Winner of a FIPRESCI Prize at this year’s just wrapped Toronto International Film Festival, in Heather Young’s feature length debut Murmur we get an up-close view of Donna, a middle-aged woman doing community service at an animal shelter as part of her sentence for a DUI charge.
Young’s ability to tell a story through limited dialogue is astonishing. Before Donna even speaks, we see her through the most mundane of tasks. As she smokes an e-cigarette incessantly, we discover she had an alcohol problem, a bad relationship with her daughter, and she’s lonely. Donna finds solace in her interactions with animals at the shelter and adopting a dog slated for euthanasia. The scraggly mutt she adopts serves as a metaphor for Donna; both unwanted and killing time.
Newcomer Shan MacDonald plays Donna with an air of realism one can only really command from a first time actor with limited training. The result is a near perfect performance that alternates between sad and heart-breaking. It’s impossible to not root for Donna even as she slips into Grey Gardens territory.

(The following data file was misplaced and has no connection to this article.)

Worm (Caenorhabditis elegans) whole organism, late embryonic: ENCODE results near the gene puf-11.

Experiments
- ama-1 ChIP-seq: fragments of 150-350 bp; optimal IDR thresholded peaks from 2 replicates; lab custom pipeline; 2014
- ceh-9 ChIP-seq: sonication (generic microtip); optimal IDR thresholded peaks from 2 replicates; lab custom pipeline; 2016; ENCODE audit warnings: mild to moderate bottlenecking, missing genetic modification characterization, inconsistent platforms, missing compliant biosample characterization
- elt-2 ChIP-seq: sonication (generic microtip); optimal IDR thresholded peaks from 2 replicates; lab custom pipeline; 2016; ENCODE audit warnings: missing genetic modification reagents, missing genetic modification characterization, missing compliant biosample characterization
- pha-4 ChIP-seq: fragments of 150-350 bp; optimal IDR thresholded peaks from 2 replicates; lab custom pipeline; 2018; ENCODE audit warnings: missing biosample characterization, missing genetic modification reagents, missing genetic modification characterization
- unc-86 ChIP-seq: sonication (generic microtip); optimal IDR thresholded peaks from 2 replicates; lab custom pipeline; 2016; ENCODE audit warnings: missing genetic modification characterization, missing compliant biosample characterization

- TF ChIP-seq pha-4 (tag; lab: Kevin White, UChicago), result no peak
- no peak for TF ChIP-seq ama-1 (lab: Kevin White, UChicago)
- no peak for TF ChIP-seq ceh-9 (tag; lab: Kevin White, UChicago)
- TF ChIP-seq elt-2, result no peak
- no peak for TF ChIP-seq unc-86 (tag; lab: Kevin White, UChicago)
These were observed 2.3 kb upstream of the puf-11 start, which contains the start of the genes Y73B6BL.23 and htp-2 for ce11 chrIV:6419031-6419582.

Deceptively, it would be easy to pass off Murmur as a simple film about a woman with no one in her life and a penchant for sick animals. Zooming out though, Young touches on mother-daughter relationships, animal euthanasia, and how we treat society’s disadvantaged.
Young asks some thought-provoking questions. Is Donna a bad person for attempting to care for animals rather than having them put down? Do we care enough for convicts once they are out of the criminal justice system? Yet Murmur dances around all these questions without answering any of them.
Although Murmur is a slow burn, it is fascinating to watch a young creative filmmaker like Young begin their career. Time will tell what other stories she has in store for us, but if Murmur is a sign, we’re in for a ride.
Murmur written and directed by Heather Young. A Houseplant Films production. As part of the 2019 Atlantic International Film Festival. No further screenings.